This recounting of the facts concerning Uncle Tom, the central character of Uncle Tom’s Cabin, and the natureof his character reminds one of the fact that Dr. Martin Luther King, Jr., cited the famous historian, Arnold Toynbee, to the effect that the hope of renewal for Western Civilization might well lie with the African Americans. Certainly, Dietrich Bonhoeffer felt the tug of the great African American Christian tradition, when he took back to Germany his appreciation for the preaching of the Bible he had heard in Negro churches and his collection of Negro Spirituals, a musical motif for the repudiation of the Stanley Elkins’ thesis that slvery produced Uncle Toms and Black Sambos, a point some historians have made. I added to that in an address in Summer Afternoon Lecture Series at Columbia University in the Summer of 1971, the information which my research into the church records of the Old Sout had suggested, namely, that the Blacks came to embody a representation of the Christian Faith that remains to this day as a magnification of what the teachings of Jesus could do for a people suffering from the Post Traumatic Stress Syndrome of such a magnitude that serious Psychotherapy lacks the tools with which to evaluate and measure it.
Just think of slave owners purchasing the freedom of a Black man and calling him as pastor of a church in Virginia, circa 1790s, or the purchase of the freedom of two Black men in Alabama by White Baptists and setting them free to preach the Gospel to Blacks. Black folks, when they were sold to one part of the country to another moved their church memberships just like free whites did. In my Prospectus for a Doctoral Dissertation, written in the Summer of ’71, I proposed to show the trememdous Christian characters that God raised up in such opporessive conditions.
O by the way, there is a character in Harriet Beecher Stowe’s experience who was the model for Uncle Tom. The sterling qualities of African American Christian believers explains why they were able to succeed in their long quet for civil rights in a nation where such rights were the ideal but seldom practice reality.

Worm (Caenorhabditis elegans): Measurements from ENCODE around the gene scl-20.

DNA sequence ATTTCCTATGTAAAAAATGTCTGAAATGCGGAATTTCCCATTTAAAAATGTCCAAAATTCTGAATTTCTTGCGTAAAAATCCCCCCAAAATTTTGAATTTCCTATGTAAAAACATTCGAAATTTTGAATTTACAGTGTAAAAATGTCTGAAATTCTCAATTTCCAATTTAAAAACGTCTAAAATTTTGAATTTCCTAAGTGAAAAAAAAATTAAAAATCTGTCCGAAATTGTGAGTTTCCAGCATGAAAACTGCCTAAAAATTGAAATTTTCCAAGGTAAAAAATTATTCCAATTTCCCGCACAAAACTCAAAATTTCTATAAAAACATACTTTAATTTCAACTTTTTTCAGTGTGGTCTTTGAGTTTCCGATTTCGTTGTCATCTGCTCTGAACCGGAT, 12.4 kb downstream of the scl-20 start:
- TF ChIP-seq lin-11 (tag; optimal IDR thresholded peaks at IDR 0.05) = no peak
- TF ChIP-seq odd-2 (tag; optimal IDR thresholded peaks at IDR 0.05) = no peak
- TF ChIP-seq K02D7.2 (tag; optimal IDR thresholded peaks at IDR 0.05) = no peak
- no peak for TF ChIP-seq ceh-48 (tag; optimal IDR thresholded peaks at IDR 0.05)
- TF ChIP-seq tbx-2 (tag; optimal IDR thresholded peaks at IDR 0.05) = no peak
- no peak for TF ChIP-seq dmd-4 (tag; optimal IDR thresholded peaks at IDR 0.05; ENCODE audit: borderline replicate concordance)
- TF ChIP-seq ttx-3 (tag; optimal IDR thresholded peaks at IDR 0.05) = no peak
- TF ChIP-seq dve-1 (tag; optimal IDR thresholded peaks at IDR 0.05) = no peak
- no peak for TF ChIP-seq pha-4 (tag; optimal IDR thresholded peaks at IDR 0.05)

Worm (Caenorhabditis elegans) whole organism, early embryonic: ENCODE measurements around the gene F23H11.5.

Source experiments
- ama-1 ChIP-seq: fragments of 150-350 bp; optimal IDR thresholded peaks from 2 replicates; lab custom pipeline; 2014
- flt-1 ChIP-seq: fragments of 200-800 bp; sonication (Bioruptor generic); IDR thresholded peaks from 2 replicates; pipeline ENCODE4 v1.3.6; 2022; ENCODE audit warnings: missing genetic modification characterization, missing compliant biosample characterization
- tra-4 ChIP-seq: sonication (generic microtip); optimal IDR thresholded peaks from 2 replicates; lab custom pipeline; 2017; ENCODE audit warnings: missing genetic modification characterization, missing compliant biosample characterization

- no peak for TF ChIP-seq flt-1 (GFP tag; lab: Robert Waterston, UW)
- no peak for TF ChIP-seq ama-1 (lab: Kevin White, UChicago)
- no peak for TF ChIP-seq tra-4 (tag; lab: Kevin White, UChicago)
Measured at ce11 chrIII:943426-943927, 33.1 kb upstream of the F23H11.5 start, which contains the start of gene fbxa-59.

Thanks for your thoughts. Yes, the influence of the church in Harlem on Bonhoeffer is underappreciated and not well known. The 2012 Wheaton Theology Conference will focus on Bonhoeffer and I know one of the main presentations will be on this very aspect of his life. And I agree that the leadership role the Black church has played and can play in the future of the church generally needs more attention. There’s much more to be said on all that.
Thank you for your response. The half has never been told concerning Black folks and their conversions and commitments to the Christian Faith during the long years of slavery and segregation.. While I did not get to do my doctorate in Black History at Columbia, I did do a prooject for a Doctor of Ministry at Souheastern Baptist Theological Seminary in NC on Christian Love & Race Relations in ’75-76. Ten sermons on I Cors.13 and 10 lectures in Black History seem to have little effect at the time, but 20-30 years later a family of those that participated had a son who had married an African American lady and had two sons. Those two sons seemed to have had an impact upon the attitudes of the members of that white Southern Baptist Church…for good.
O by the way, the project was done without the support of the seminary. The director of the projecct said to me, “You ought to have known better than to select a controversial topic like this. If they fire you, I will be right there behind the church, supporting them.” Funny part about it? The seminary then was supposed o be liberal. There is more to the story, but I desist. The end of prejudice is a costly process for everyone.